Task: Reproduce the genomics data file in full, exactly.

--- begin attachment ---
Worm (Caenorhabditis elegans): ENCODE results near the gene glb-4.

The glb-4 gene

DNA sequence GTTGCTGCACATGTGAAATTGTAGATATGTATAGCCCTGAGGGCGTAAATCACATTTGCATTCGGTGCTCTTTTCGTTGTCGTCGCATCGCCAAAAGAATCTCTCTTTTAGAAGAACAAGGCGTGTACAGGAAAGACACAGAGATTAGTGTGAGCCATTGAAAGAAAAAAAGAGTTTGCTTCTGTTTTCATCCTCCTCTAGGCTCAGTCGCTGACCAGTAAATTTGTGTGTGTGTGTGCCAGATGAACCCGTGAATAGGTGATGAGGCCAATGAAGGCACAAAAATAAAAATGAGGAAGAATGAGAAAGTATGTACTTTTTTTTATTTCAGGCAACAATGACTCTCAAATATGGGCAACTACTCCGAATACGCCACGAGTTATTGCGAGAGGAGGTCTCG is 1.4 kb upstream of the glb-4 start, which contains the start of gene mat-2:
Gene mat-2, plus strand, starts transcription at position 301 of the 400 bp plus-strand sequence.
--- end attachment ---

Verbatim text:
Worm (Caenorhabditis elegans): ENCODE results near the gene glb-4.

The glb-4 gene

DNA sequence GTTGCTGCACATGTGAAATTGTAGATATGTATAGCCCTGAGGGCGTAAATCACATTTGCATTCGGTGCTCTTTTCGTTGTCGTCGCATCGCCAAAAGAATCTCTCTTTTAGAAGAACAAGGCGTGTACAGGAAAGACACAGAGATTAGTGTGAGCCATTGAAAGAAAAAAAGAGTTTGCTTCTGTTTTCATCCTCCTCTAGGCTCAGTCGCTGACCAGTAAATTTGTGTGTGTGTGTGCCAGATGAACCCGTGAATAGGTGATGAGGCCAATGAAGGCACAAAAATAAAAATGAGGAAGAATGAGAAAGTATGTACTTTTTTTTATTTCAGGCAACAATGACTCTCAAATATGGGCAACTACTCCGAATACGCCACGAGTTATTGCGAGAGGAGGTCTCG is 1.4 kb upstream of the glb-4 start, which contains the start of gene mat-2:
Gene mat-2, plus strand, starts transcription at position 301 of the 400 bp plus-strand sequence.